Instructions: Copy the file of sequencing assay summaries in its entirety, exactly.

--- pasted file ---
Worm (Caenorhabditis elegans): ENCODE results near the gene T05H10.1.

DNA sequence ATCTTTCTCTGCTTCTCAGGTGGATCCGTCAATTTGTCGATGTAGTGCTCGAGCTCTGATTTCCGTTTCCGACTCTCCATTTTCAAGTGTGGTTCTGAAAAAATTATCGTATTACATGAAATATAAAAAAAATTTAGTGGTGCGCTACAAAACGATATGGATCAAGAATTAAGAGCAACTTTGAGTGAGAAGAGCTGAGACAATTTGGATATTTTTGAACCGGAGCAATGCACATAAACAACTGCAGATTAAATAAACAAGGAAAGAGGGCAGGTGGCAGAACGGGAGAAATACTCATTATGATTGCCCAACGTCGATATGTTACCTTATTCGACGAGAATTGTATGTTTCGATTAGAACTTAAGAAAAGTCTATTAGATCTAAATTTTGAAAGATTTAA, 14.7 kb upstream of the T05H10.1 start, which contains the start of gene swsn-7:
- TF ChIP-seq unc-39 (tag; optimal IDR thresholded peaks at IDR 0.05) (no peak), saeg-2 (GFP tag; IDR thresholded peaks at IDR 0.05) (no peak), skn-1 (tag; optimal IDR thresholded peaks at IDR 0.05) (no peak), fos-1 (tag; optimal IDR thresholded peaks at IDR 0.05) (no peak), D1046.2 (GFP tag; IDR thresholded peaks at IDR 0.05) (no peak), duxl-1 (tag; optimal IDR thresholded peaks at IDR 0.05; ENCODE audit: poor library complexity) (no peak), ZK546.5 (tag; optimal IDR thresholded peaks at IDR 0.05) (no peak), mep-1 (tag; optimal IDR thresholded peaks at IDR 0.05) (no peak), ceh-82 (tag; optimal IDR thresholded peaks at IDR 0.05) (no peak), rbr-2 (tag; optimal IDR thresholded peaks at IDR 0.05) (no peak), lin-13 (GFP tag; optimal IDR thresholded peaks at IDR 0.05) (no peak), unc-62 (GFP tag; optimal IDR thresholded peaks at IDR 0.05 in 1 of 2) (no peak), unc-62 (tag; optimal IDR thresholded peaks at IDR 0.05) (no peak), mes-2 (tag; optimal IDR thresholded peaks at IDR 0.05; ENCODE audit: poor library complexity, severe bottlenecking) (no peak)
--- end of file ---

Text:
Worm (Caenorhabditis elegans): ENCODE results near the gene T05H10.1.

DNA sequence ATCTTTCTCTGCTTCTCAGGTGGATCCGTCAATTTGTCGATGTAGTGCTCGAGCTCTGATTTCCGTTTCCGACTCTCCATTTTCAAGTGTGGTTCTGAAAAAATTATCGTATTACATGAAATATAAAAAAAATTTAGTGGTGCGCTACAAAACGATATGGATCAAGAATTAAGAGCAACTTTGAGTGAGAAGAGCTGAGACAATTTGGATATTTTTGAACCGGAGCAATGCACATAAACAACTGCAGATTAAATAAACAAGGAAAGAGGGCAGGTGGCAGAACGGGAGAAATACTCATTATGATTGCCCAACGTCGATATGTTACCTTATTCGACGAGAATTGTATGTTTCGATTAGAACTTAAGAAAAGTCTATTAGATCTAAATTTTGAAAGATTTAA, 14.7 kb upstream of the T05H10.1 start, which contains the start of gene swsn-7:
- TF ChIP-seq unc-39 (tag; optimal IDR thresholded peaks at IDR 0.05) (no peak), saeg-2 (GFP tag; IDR thresholded peaks at IDR 0.05) (no peak), skn-1 (tag; optimal IDR thresholded peaks at IDR 0.05) (no peak), fos-1 (tag; optimal IDR thresholded peaks at IDR 0.05) (no peak), D1046.2 (GFP tag; IDR thresholded peaks at IDR 0.05) (no peak), duxl-1 (tag; optimal IDR thresholded peaks at IDR 0.05; ENCODE audit: poor library complexity) (no peak), ZK546.5 (tag; optimal IDR thresholded peaks at IDR 0.05) (no peak), mep-1 (tag; optimal IDR thresholded peaks at IDR 0.05) (no peak), ceh-82 (tag; optimal IDR thresholded peaks at IDR 0.05) (no peak), rbr-2 (tag; optimal IDR thresholded peaks at IDR 0.05) (no peak), lin-13 (GFP tag; optimal IDR thresholded peaks at IDR 0.05) (no peak), unc-62 (GFP tag; optimal IDR thresholded peaks at IDR 0.05 in 1 of 2) (no peak), unc-62 (tag; optimal IDR thresholded peaks at IDR 0.05) (no peak), mes-2 (tag; optimal IDR thresholded peaks at IDR 0.05; ENCODE audit: poor library complexity, severe bottlenecking) (no peak)